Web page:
I took tons of pictures and found myself wishing very much that I knew the exact year and model of Grandpa’s old Moline so that I could get a picture of myself with the tractor. Of the shots I took this one reminded me most of my Grandpa for some reason. For all I know this tractor is way newer and maybe not even close to the same model but I can’t help but think of that day so many years ago when I look at this image.

Churchill Downs

The excitement was palpable as the throngs of race fans awaited the arrival of the first horses of the day.   You could feel and taste the history of this place.

The Paddock

Churchill Downs is virtually synonymous with horse racing and is hallowed ground to horse racing aficionados.  As we arrived we were greeted with the scene above and the level of excitement and grandeur was overwhelming.   Standing here one could not help but think about all the past Champions that had strolled around the paddock before heading to the track to make their mark in the history books.

Stylizing

For this image I used Photoshop CS5  and Topaz Adjust 4.  Besides some simple sharpening and toning I applied the Spicify preset in Topaz and was done.    To me the buildings and the surroundings had  a magical /fantasy look to them and I wanted the image to convey that.  The saturated colors and slight glow to the edges added by the effect really accentuated the image and added to the overall feel and look I was after.  .

Lazy Summer Day

The hike had left us hot and tired and our sense of adventure had waned. Wading into the cool water we began to feel our spirits rise. Rejuvenated, our interest returned and the exploring once again began in earnest.

Classic Americana

The processing on this image has a very Norman Rockwell type of feel.  I really like this effect on certain photos,   In this image  the scene, the setting and the kids are timeless and remind us of an era where youth and innocence were celebrated.  To me the photo and effect compliment each other perfectly.

This scene harkens back to a time when days were simpler and ones pastimes were more about enjoying the things around you rather then the things you have.   A stream, a stick and a kid seem so right.  To me, this photo is about the wonder of discovery and the innocence of youth.

Make your own Rockwell

Since this is a photo blog I felt it was worth at least a few words on how I processed this image.  And, if you are interested in this effect you will be happy to hear that all it needs is a few words.  :-)

This photo was shot as a jpg by an ordinary P&S camera and processed in Lightroom.    In Lightroom I simply boosted the blacks a small amount and then opened the image in Topaz Adjust.

Topaz Adjust

I have run other images on my blog in the past that discussed Topaz Adjust in more detail (see blog article here).  For the image above it could not be more simple.  Once the image was opened in Topaz Adjust I simply selected the Psychedelic preset.  I played around with some of the sliders but in the end I just went back to the default settings. 

Adjust has lots of different looks and effects and it a very creative and useful tool to add to your arsenal.   Among other things you can approximate the Dave Hill effect or get something like the above which is kind of a cross between a Rockwell painting and the Dave Hill Effect. 

Topaz does have a 30 day trial for most of its plugins, including Adjust.  It is a very fun and creative tool and well worth the time to download and kick the tires.  If you decide to buy you can use the coupon code tnttopaz and save 10%.

The Orton Effect

Pastels ©2009 Gary Udstrand

Origin

This article is about a popular processing technique known as the Orton effect.   It is a technique named after photographer Michael Orton who pioneered the effect.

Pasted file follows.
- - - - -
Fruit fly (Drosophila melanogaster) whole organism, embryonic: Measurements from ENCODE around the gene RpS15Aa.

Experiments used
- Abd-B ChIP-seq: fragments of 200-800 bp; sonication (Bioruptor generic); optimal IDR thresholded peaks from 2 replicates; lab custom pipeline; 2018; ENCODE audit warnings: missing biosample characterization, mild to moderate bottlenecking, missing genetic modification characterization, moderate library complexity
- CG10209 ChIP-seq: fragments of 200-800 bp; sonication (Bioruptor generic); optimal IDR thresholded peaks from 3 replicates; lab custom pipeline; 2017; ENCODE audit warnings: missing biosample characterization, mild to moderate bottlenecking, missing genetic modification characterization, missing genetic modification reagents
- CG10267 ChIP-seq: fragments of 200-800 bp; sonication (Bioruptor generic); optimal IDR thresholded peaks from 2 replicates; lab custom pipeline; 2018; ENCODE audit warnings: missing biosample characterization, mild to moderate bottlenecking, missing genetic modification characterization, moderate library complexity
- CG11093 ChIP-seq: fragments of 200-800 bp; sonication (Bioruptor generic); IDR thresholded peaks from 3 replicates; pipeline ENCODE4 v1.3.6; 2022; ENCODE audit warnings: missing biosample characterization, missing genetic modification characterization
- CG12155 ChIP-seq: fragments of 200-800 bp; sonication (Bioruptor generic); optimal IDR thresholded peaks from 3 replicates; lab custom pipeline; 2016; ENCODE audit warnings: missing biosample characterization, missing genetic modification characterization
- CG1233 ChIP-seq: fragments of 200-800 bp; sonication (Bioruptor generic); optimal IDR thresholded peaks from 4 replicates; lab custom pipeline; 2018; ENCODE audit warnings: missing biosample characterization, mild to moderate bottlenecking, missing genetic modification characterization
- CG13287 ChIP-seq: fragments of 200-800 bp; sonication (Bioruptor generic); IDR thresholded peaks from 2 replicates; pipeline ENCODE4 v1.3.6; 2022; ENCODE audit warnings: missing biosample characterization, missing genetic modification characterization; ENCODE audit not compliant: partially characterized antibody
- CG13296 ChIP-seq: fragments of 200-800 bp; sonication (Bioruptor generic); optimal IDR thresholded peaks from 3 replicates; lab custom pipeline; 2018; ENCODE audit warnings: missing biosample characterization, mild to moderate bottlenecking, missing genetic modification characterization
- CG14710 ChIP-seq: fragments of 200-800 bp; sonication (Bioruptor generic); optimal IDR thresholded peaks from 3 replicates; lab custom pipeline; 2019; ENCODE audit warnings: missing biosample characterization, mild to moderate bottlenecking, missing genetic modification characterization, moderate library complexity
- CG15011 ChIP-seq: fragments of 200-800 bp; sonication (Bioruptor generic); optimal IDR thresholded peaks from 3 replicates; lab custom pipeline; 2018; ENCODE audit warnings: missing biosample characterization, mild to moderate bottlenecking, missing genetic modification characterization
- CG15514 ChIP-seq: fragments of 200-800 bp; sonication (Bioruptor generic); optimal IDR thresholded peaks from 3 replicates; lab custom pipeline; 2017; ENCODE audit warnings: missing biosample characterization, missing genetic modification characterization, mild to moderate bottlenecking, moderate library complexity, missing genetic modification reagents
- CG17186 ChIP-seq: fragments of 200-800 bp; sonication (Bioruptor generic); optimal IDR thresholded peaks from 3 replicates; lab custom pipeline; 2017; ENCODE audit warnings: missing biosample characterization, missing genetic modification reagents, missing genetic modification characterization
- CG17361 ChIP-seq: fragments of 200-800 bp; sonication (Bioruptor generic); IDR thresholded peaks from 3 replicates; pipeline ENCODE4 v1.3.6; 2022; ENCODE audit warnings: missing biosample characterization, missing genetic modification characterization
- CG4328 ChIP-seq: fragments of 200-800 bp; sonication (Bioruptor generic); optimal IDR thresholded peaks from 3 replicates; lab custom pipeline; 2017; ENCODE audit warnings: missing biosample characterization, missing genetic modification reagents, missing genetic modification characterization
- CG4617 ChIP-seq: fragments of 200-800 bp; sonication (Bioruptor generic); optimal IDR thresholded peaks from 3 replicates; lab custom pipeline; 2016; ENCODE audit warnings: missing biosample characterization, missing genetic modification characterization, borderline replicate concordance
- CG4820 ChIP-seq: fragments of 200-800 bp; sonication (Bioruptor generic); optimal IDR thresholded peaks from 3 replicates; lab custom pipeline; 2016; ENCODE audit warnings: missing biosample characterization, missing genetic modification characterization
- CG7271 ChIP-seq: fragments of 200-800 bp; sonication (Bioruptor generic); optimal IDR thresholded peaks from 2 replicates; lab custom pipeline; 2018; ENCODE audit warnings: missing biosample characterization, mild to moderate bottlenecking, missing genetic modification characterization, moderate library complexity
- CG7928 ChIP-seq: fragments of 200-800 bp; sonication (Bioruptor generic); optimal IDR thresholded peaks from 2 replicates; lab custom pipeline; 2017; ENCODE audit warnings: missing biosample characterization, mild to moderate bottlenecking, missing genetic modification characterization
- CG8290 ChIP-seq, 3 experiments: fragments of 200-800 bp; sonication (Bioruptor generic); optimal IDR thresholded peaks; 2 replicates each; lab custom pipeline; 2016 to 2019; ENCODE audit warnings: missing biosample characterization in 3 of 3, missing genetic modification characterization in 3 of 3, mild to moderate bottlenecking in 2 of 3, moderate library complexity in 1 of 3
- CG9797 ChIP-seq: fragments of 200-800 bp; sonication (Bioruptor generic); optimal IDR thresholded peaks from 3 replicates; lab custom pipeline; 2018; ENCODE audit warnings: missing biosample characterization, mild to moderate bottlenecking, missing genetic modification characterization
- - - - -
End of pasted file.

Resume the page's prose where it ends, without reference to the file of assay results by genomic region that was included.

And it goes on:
The technique takes an image and from it you create an in-focus version and an out of focus version.  The two images are then blended together to create an image with a dreamy, surreal look.    The technique originated during the days of film, but now with Photoshop and other image editors the look can be achieved quickly and easily with a single exposure

 

How its Done

The technique works best with images that have strong lines.  In my experience pictures of buildings and flowers seem to work well.  Probably most important is that the image contains a strong focal point.

Pastels © 2009 Gary Udstrand

Above  is an image that I shot a few years back.  The image is OK but I wanted to accentuate the colors of the flowers and give it a dreamy look to emphasize the softness of the pastel flower color.

The Orton effect is easily achieved in just a couple of steps.  You can drop to the end of the article for a list of the steps, otherwise you can follow along as I convert the image above

 

Step One

Once you have your starting image opened in Photoshop (I used Photoshop CS4) the first step is to duplicate the original layer (ctrl-j).  In the layers panel, select the blend mode screen to create a lightened version of your starting image.  Merge the screened layer with the background layer (right click on screen layer and select merge down). 

Step Two

 

Next, duplicate the background layer again (ctrl-j).  Set the blend mode to multiply.   Don’t merge this layer just yet. 

 

Step Three

Select the layer and choose Gaussian blur (filter->blur->gaussian blur).  You should see a dialog box as below, Click on preview, then you can slide the radius slider and see your changes.

Here I have chosen a radius of 30 but anything from 15 to 50 will work.  You need to experiment to get the look you prefer.    The final result is below

 

 

Step Four

Flatten the image, post to web and share with all of us.  :-)

Summary

  • Duplicate Layer (ctrl-j)
  • set the blend mode to screen
  • merge layers down
  • copy layer again (ctrl-j)
  • set the blend mode multiply
  • open the gaussian blur filter
  • turn on preview, move slider back and forth to get finished look
  • flatten image
  • save and share

City on the Lake of the Isles

Lake of the Isles – Minneapolis, MN

 

The metro area of the Twin Cities offers stark contrasts between the metal and concrete of its towering structures and the gentle waters of the lakes that surround it.  On this day the city on the Lake found its reflection starting back from the smooth, still waters of Lake of the Isles.      As though the buildings were standing upon tiptoe to peek over the trees, they loomed large upon the backdrop of the darkening skies.